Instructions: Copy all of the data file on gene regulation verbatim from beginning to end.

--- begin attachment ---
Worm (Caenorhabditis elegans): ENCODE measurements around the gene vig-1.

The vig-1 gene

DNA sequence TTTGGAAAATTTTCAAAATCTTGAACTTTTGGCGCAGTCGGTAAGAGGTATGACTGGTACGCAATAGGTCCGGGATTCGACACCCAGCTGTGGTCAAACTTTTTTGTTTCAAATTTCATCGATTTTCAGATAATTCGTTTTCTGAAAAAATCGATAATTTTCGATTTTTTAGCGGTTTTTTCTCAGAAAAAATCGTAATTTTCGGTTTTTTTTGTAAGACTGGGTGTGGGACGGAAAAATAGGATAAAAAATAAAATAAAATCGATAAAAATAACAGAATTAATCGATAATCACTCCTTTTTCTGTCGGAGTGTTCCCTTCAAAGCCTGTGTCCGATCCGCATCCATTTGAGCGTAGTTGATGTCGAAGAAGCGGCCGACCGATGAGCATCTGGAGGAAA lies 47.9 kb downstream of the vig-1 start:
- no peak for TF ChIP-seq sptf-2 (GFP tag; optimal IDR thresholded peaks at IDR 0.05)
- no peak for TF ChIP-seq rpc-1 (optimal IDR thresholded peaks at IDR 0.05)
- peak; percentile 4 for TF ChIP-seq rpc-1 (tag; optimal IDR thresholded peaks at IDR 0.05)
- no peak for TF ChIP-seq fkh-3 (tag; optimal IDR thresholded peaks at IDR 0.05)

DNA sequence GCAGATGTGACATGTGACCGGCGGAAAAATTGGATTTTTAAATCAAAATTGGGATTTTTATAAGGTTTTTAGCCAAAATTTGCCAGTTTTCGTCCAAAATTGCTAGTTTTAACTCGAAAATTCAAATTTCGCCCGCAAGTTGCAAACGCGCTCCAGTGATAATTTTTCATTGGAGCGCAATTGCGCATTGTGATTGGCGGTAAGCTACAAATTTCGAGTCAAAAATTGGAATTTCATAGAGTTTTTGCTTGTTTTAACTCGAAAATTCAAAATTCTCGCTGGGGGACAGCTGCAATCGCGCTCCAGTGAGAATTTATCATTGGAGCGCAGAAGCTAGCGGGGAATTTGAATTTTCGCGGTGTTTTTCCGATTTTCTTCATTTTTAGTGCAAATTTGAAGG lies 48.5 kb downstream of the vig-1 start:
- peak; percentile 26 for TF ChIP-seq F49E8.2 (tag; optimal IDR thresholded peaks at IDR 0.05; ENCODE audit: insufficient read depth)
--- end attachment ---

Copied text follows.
Worm (Caenorhabditis elegans): ENCODE measurements around the gene vig-1.

The vig-1 gene

DNA sequence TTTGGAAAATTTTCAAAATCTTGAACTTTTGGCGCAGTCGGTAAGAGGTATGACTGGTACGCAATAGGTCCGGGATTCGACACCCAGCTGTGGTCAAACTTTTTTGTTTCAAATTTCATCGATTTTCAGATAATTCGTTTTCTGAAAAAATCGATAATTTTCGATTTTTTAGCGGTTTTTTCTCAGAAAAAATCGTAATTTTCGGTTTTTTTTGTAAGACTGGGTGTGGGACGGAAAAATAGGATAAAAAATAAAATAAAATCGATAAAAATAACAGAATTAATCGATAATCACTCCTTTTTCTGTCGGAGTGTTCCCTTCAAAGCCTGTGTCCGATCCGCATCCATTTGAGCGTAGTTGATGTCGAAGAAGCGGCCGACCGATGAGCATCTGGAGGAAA lies 47.9 kb downstream of the vig-1 start:
- no peak for TF ChIP-seq sptf-2 (GFP tag; optimal IDR thresholded peaks at IDR 0.05)
- no peak for TF ChIP-seq rpc-1 (optimal IDR thresholded peaks at IDR 0.05)
- peak; percentile 4 for TF ChIP-seq rpc-1 (tag; optimal IDR thresholded peaks at IDR 0.05)
- no peak for TF ChIP-seq fkh-3 (tag; optimal IDR thresholded peaks at IDR 0.05)

DNA sequence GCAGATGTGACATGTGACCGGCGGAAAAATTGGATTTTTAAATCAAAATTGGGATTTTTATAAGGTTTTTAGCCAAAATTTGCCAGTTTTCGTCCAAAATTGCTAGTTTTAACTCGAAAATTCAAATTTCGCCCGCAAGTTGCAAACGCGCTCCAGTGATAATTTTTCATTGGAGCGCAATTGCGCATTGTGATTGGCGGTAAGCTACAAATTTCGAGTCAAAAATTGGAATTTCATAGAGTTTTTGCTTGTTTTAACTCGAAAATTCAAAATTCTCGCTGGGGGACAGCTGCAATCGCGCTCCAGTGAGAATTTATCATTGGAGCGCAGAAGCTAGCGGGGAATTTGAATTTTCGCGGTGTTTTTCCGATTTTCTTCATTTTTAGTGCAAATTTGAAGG lies 48.5 kb downstream of the vig-1 start:
- peak; percentile 26 for TF ChIP-seq F49E8.2 (tag; optimal IDR thresholded peaks at IDR 0.05; ENCODE audit: insufficient read depth)